So whether you’re the type of player who likes to go in all-guns blazing and shoot people in the face or you prefer to take a silent, skilful and methodical approach to killing things, having these abilities at your fingertips means that you’re suitably equipped to tackle almost any situation in whatever way you see fit. Problems arise early on when pacing problems rear their ugly head. For the most part the first half of the game is downright boring because the human enemy AI is functional at best – rarely will they try to flank you or do anything other than either stubbornly hide behind cover or rush you in a suicidal attempt to take you down – and aside from a brief vehicle section almost nothing interesting happens. It’s only at around the halfway point, when the Ceph – the aliens in the game – start showing up in greater numbers and varieties that the game kicks it up a few notches and becomes thrilling and challenging to play. The Ceph are uncannily agile and (wonderfully animated) brutal opponents and if you don’t make clever use of the Nanosuit they’ll wipe you out in an instant. It’s also from this point on that the game will treat you to some truly staggering set-pieces both in terms of visual panache and the downright jaw-dropping “what the hell?!” stuff that goes down.
The campaign clocks in at somewhere around the 10-hour mark and when that’s done and dusted there is also a competitive multiplayer component in Crysis 2 that unfortunately doesn’t feel different enough from the other FPS’s on the market to truly stand out. As is par for the course in multiplayer FPS’s these days it gives players the chance to customise their characters and unlock new weapons, weapon mods and perks in the form of Nanosuit upgrades. It sits uncomfortably between Halo and Call of Duty, leaning further towards the latter, with fluky grenade tosses and inhuman feats of iron-sights accuracy taking prevalence and the Nanosuit upgrades failing to impact upon or shake up proceedings enough to allow Crysis 2 to reach the dizzying heights of either of those well-established franchises. And this is a real shame because had a bit more focus been put on the Nanosuit abilities then Crysis 2 could have stood out as a refreshingly different alternative.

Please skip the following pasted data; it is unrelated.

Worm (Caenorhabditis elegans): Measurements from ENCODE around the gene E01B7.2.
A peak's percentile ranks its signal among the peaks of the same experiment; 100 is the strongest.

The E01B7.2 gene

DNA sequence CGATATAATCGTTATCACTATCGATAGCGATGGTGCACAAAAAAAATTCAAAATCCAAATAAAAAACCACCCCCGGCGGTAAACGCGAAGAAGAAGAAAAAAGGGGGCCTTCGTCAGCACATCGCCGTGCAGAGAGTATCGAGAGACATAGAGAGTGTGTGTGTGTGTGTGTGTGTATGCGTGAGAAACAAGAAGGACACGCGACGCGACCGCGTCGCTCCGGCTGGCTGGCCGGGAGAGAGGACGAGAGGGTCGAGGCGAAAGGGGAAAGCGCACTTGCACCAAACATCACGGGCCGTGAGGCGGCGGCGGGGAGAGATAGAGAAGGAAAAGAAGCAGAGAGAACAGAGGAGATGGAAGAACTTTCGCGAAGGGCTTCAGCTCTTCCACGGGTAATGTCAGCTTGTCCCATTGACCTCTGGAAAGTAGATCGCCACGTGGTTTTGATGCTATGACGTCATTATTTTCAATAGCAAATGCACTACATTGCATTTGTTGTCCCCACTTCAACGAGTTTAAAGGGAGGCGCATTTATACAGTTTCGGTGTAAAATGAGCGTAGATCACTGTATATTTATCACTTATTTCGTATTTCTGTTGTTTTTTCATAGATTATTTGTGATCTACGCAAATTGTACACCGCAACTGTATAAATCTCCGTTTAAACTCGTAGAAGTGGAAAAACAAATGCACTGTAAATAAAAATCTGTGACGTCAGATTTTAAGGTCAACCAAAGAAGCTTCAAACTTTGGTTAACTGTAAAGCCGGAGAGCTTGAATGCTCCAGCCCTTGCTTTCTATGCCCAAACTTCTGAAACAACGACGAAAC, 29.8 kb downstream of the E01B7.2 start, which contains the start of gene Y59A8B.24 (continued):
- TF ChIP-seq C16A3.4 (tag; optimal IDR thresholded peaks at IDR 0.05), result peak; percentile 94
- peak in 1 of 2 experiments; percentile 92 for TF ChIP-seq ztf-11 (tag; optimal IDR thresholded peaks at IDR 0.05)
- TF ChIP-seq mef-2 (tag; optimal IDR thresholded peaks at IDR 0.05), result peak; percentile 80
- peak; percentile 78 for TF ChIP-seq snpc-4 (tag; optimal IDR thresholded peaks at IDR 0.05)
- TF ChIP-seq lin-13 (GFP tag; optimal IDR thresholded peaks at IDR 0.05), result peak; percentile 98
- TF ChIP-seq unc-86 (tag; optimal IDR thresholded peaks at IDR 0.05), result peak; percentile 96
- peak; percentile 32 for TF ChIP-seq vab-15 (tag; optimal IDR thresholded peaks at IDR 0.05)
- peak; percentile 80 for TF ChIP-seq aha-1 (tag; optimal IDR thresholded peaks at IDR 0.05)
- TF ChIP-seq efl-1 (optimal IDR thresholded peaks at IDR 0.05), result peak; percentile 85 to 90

Crysis 2 – for me at least – is a difficult game to slap a definitive rating on. On the one hand, the multiplayer lacks its own identity and poor pacing during the campaign makes for a lacklustre first half… but it controls tightly, gives players a wealth of opportunities to experiment and make use of the Nanosuit abilities to play the game how they want to and of course it all looks absolutely stunning. Overall, I enjoyed playing through Crysis 2; as a technical achievement there is no match for it on the Xbox 360 and when it’s good it’s very good, but you’ll need to persevere through too many hours of monotony and tedium before you get there.
Verdict – On target